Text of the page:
Room With An Interview

The creative industry I’ve chosen doesn’t always work like more conventional industries. I won’t necessarily apply for a job, interview and climb a ladder at a company until I retire with a healthy super fund, savings and a nest egg for my children. I’ll have my own clients, my own personal and financial goals and targets to reach, and a wider understanding of my own business as whole rather than a pay check every fortnight and accumulating sick leave. I’ll have to understand A) my own expectations, but also my limits, and similarly for my clients. I may have employees, and to be fair, my clients may view me as an employee. While I’ll be my own boss, I won’t always enjoy the work I do, or the people I work with; but at least it will be short term.

While the audio industry doesn’t usually award work around interviews  where an employer is interviewing a potential employee to become employedI will still face interviews. My clients will be interviewing me to further understand if I’m the right person to record their vision, while I’m interviewing them to decide if their project is something I can give my 100%, but also how it will contribute to my own business’s growth and reputation. On the other hand – if the clients tick neither of those boxes, I’ll be interviewing to gauge how willing I am to work with an artist depending how badly I need the money. Therefore, we need to talk to clients that have contacted us and A) sell ourselves, show what we can bring to the table & communicate our product and B) understand the clients’ vision + expectations. Once these questions have been answered we can decide if the job is right for us. Our clients need a product that we can provide, while we need work that our clients will pay us for to obtain that product. While this seems simple enough – a lot of work goes int the process and we have to be prepared to meet and exceed expectations, compromise and create. We need to understand how much input our clients want from us as ‘producers’ rather than just engineers, and how much extra work we may have to do to make up for clients without experience in the studio.

This leads us to A) knowing what our potential client or employer wants and B) know what questions they’re really asking when they ask about tennis ball fuzz. Smith (2016) discusses an interview questions used by Google to ascertain how potential employees handle questions they can’t answer, by asking “How many cows are in Canada?” In class, I asked my potential employee ‘Do you expect to work an 8 hour day in this industry?’ I intended to follow up with, ‘If not, how will you manage your family and social life commitments?’ This was primarily to ascertain the interview’s expectations and workload in this industry and but equally importantly to understand how they work ensure that under pressure, they will continue to keep a happy home and social life. To me, this is important because unhappy or workaholic employees will either resign from projects or work themselves into a state that leaves them unable to continue to work.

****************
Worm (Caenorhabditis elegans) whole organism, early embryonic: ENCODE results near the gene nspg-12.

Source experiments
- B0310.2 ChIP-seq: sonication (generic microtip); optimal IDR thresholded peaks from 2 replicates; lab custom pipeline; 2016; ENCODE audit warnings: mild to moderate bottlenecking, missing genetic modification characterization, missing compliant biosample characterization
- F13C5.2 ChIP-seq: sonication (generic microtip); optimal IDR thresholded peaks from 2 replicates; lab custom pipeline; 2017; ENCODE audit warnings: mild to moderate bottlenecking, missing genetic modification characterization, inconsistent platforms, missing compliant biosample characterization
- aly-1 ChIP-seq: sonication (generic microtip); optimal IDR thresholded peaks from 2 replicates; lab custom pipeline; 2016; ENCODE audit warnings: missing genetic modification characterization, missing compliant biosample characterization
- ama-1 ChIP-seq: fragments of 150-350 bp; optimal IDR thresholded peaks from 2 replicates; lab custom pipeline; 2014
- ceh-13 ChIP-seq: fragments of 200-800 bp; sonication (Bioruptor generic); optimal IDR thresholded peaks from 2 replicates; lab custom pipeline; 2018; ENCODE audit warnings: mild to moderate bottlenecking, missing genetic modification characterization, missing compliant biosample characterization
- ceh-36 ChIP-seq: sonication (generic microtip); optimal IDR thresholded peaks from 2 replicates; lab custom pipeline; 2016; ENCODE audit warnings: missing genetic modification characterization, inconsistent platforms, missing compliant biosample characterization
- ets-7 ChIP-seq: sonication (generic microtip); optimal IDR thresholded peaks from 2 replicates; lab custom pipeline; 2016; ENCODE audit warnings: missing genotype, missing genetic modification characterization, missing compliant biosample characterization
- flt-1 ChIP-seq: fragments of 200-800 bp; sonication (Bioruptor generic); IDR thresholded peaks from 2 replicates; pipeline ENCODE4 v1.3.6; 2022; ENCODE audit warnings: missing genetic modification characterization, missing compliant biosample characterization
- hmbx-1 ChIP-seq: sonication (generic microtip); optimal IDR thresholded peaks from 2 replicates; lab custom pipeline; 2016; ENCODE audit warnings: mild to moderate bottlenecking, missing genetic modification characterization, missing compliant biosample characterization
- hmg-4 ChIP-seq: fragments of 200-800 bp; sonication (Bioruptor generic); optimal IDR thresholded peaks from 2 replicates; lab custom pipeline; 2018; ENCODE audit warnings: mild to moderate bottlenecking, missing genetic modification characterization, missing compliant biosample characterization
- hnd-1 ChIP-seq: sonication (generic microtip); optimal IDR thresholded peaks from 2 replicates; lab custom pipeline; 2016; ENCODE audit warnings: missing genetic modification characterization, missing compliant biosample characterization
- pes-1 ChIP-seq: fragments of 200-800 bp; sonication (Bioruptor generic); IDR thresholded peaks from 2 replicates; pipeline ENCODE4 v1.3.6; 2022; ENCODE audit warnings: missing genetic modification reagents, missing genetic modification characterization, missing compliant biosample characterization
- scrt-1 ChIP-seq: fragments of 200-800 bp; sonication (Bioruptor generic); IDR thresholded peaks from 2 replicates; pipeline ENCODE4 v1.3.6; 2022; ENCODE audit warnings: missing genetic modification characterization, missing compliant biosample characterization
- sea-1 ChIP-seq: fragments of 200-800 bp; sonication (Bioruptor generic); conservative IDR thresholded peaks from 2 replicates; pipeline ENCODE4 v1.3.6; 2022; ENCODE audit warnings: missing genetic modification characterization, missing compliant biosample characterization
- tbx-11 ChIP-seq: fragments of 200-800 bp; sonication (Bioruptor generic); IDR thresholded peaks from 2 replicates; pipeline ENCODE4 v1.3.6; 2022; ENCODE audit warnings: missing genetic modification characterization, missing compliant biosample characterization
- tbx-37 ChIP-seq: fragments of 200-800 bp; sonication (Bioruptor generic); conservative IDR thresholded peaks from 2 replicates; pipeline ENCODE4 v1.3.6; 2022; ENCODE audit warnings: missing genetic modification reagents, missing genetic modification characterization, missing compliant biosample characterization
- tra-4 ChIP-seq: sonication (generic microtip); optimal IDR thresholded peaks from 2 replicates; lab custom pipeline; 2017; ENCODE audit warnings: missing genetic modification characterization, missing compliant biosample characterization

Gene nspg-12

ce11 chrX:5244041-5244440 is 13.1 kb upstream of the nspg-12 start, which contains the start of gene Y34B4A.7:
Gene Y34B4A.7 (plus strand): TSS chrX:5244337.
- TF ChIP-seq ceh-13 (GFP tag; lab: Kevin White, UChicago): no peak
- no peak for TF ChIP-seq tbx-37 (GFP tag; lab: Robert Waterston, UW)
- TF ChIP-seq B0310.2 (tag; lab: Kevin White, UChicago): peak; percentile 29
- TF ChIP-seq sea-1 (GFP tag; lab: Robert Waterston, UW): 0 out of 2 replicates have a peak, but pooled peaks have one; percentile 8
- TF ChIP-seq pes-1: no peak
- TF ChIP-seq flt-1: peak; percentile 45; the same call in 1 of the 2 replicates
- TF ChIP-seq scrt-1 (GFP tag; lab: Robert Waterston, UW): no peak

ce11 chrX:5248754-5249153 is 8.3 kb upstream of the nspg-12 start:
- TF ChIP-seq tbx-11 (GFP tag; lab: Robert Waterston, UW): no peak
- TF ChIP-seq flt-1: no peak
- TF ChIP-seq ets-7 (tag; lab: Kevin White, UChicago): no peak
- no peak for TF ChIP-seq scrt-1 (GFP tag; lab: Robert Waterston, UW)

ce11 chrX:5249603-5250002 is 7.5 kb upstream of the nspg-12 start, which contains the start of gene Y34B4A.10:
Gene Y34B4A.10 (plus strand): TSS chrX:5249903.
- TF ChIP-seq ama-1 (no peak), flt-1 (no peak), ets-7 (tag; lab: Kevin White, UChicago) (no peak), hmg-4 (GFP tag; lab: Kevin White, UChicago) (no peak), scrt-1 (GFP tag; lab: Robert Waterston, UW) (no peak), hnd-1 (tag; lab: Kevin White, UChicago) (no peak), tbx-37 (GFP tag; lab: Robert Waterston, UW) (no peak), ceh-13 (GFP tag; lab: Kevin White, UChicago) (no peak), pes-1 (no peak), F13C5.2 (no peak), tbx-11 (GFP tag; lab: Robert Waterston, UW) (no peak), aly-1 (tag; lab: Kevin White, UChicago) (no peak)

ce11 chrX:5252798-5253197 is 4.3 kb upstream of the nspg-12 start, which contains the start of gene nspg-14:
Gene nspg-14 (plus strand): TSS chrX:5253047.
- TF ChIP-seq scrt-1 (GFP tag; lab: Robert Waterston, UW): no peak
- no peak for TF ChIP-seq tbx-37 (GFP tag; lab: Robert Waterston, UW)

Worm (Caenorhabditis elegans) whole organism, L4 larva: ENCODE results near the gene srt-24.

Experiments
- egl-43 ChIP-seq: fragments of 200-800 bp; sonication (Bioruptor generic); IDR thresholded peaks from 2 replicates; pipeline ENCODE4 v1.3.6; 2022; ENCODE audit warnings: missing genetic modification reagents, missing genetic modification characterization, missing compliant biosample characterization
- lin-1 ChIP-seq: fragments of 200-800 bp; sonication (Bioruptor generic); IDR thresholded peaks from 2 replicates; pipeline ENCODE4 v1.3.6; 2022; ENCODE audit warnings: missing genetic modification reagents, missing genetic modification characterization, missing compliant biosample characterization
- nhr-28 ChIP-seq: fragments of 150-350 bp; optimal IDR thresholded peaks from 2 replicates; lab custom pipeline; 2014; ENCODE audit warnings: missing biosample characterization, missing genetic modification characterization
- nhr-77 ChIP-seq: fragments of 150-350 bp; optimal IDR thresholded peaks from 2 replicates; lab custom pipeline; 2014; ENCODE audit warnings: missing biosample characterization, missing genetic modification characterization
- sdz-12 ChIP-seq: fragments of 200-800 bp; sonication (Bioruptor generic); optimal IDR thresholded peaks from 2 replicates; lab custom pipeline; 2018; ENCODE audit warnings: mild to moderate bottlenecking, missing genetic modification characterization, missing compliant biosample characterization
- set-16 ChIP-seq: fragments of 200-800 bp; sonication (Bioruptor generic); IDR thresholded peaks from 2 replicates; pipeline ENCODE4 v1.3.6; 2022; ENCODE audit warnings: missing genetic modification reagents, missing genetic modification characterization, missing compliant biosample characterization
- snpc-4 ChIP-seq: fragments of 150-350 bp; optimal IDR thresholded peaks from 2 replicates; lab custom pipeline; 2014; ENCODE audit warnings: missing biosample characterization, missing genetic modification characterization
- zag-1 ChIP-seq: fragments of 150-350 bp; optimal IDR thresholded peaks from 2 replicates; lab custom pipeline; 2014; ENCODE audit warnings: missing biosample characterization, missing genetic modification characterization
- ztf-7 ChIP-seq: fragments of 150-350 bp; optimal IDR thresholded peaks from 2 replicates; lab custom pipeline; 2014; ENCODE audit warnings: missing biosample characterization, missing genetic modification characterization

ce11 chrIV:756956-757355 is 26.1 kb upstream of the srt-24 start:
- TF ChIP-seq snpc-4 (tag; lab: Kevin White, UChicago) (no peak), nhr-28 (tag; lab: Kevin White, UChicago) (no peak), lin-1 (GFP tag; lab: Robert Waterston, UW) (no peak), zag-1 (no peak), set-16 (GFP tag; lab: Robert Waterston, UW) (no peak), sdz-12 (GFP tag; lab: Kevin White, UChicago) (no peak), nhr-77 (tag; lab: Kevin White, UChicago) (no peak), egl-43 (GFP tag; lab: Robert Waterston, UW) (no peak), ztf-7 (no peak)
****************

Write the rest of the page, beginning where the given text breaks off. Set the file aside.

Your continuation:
The readings this week listed a series of questions tailored specifically for different disciplines in the creative industry; because the work we’re doing, executive decisions we need to make and responsibilities we hold don’t always fit in more conventional interviews. The questions are more tailored towards problem solving, intuitiveness and confidence in our own work. It also questions our ability to remain organised with al the extra jobs we do as creative professionals; such as accounting and maintaining our equipment on top of the day-to-day. These question aren’t being asked to ensure our tube mics are running and our preamps are free from hiss – our interview is trying to understand if we’ve been organised enough to do all the little things that need to be done when you’re self-employed, which apply to short term projects swell. One good test would be hand a potential engineer something like this:
This could gauge whether A) they know what it is and B) if they’re organised enough to have used one in the past.
Kellie Shadle (“Interview Questions for Creative Professionals: How to Answer the Usual Suspects”, 2016) discusses a few questions (and again the questions aren’t the point) commonly used by hiring creative medias to “… uncover whether or not you’re staying busy and working on projects to improve your craft.” while also trying to understand your long term prospects by your “… willingness to stay sharp.”. More closely related to a band is the interview trying to “determine if your design aesthetic will complement (or clash with) the company’s branding.”
Developing a rough session plan early on can assist in understanding what we expect from clients, team members and other engineers. We can understand what jobs need to done, and what qualities each person doing their assigned job will require, including yourself. We can understand what to expect from the session as part of the session plan. How much experience does the group have? What equipment does the group have? Do I have the gear to make the sound they want?
In conclusion, we’ll never escape interviews. But rather than conventionally interviewing to secure a job, we use interviews to ascertain whether a job is right for us, and vice versa. We still need to same information as a more conventional interview, however we gather information to assist us in achieving a common goal, which isn’t always the case in less… cool industries.
API VP312 Recall Sheet. (2016). Retrieved 27 March 2016, from
Interview Questions for Creative Professionals: How to Answer the Usual Suspects. (2016). Robert Half. Retrieved 27 March 2016, from
Smith, J. (2016). “How many cows are in Canada?” – In Photos: 25 Oddball Interview QuestionsForbes. Retrieved 27 March 2016, from

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